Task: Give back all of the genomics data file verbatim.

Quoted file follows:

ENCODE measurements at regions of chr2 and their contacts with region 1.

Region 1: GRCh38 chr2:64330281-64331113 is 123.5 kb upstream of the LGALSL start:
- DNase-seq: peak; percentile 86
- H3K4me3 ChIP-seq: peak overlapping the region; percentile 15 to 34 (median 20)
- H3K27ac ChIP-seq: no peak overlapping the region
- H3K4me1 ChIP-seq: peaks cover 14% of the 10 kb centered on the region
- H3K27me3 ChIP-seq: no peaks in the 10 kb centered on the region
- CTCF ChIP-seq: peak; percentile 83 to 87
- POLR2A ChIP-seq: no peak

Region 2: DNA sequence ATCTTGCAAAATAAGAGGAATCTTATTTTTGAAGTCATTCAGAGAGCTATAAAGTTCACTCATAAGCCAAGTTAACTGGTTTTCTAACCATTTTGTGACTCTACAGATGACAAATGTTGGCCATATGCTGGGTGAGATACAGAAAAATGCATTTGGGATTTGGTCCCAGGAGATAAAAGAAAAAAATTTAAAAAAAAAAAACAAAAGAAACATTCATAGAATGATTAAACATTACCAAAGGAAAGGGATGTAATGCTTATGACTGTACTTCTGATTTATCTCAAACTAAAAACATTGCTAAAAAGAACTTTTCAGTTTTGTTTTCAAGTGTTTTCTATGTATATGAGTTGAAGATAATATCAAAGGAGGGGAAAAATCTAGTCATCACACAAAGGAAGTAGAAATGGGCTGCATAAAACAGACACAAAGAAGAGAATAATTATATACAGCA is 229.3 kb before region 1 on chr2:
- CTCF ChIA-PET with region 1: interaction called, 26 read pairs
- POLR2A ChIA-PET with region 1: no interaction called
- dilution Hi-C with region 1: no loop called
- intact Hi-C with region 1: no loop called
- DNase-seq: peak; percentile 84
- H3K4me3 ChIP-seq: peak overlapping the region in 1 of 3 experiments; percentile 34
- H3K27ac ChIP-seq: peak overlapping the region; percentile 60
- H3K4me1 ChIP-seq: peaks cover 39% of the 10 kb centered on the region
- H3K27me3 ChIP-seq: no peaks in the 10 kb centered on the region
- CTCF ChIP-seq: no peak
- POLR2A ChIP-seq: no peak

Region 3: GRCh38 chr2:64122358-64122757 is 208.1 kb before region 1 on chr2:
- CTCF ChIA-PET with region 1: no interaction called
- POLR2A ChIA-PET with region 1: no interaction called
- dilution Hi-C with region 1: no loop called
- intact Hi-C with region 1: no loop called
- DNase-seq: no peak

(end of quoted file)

ENCODE measurements at regions of chr2 and their contacts with region 1.

Region 1: GRCh38 chr2:64330281-64331113 is 123.5 kb upstream of the LGALSL start:
- DNase-seq: peak; percentile 86
- H3K4me3 ChIP-seq: peak overlapping the region; percentile 15 to 34 (median 20)
- H3K27ac ChIP-seq: no peak overlapping the region
- H3K4me1 ChIP-seq: peaks cover 14% of the 10 kb centered on the region
- H3K27me3 ChIP-seq: no peaks in the 10 kb centered on the region
- CTCF ChIP-seq: peak; percentile 83 to 87
- POLR2A ChIP-seq: no peak

Region 2: DNA sequence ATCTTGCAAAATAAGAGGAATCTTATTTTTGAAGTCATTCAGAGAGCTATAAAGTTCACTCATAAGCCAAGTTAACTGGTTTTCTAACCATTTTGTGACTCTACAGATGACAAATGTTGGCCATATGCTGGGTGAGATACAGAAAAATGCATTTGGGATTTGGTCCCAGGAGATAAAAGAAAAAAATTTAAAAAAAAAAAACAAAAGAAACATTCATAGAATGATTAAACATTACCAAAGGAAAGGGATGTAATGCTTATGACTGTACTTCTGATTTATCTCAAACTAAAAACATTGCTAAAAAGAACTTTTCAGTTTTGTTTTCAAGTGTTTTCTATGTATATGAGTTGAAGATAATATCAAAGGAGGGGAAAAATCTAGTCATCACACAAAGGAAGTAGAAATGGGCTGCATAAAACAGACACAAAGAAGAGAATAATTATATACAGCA is 229.3 kb before region 1 on chr2:
- CTCF ChIA-PET with region 1: interaction called, 26 read pairs
- POLR2A ChIA-PET with region 1: no interaction called
- dilution Hi-C with region 1: no loop called
- intact Hi-C with region 1: no loop called
- DNase-seq: peak; percentile 84
- H3K4me3 ChIP-seq: peak overlapping the region in 1 of 3 experiments; percentile 34
- H3K27ac ChIP-seq: peak overlapping the region; percentile 60
- H3K4me1 ChIP-seq: peaks cover 39% of the 10 kb centered on the region
- H3K27me3 ChIP-seq: no peaks in the 10 kb centered on the region
- CTCF ChIP-seq: no peak
- POLR2A ChIP-seq: no peak

Region 3: GRCh38 chr2:64122358-64122757 is 208.1 kb before region 1 on chr2:
- CTCF ChIA-PET with region 1: no interaction called
- POLR2A ChIA-PET with region 1: no interaction called
- dilution Hi-C with region 1: no loop called
- intact Hi-C with region 1: no loop called
- DNase-seq: no peak